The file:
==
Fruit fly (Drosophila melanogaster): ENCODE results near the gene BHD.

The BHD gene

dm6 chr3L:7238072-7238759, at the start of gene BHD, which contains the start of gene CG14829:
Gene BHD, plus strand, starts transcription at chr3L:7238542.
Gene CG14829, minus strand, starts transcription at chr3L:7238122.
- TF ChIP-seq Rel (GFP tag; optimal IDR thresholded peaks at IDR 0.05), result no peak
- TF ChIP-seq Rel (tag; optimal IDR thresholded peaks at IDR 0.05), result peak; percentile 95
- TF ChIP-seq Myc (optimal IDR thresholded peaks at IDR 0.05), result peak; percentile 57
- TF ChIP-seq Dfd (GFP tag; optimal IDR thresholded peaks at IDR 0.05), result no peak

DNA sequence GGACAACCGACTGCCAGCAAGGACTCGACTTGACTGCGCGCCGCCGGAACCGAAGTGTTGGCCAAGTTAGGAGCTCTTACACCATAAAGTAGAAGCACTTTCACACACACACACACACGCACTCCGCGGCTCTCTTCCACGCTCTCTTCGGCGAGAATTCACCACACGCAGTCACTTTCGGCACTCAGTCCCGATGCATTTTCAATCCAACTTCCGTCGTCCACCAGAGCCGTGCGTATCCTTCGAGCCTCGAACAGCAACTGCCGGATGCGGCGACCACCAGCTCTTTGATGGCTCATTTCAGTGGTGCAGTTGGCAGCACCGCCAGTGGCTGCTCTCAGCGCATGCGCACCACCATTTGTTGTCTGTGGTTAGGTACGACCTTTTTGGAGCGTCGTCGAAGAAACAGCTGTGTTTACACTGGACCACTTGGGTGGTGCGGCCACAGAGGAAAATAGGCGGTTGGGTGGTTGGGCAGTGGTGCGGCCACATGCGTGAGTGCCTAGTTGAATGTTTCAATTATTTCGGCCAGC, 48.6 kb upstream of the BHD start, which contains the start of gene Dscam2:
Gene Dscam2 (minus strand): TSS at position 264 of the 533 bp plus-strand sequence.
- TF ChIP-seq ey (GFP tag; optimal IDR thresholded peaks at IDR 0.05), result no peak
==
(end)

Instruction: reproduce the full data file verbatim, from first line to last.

Fruit fly (Drosophila melanogaster): ENCODE results near the gene BHD.

The BHD gene

dm6 chr3L:7238072-7238759, at the start of gene BHD, which contains the start of gene CG14829:
Gene BHD, plus strand, starts transcription at chr3L:7238542.
Gene CG14829, minus strand, starts transcription at chr3L:7238122.
- TF ChIP-seq Rel (GFP tag; optimal IDR thresholded peaks at IDR 0.05), result no peak
- TF ChIP-seq Rel (tag; optimal IDR thresholded peaks at IDR 0.05), result peak; percentile 95
- TF ChIP-seq Myc (optimal IDR thresholded peaks at IDR 0.05), result peak; percentile 57
- TF ChIP-seq Dfd (GFP tag; optimal IDR thresholded peaks at IDR 0.05), result no peak

DNA sequence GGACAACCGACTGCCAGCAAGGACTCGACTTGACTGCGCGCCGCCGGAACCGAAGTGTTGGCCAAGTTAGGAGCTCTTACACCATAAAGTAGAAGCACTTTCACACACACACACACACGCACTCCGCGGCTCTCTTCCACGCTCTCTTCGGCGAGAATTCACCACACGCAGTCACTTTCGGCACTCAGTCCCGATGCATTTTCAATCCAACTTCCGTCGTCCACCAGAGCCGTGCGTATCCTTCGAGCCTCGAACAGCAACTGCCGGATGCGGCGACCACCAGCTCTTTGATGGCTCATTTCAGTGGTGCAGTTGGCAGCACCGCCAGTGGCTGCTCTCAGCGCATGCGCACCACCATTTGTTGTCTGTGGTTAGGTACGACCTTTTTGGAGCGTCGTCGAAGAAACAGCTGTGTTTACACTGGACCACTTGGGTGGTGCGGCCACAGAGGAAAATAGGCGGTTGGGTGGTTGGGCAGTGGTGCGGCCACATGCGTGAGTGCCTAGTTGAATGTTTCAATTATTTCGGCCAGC, 48.6 kb upstream of the BHD start, which contains the start of gene Dscam2:
Gene Dscam2 (minus strand): TSS at position 264 of the 533 bp plus-strand sequence.
- TF ChIP-seq ey (GFP tag; optimal IDR thresholded peaks at IDR 0.05), result no peak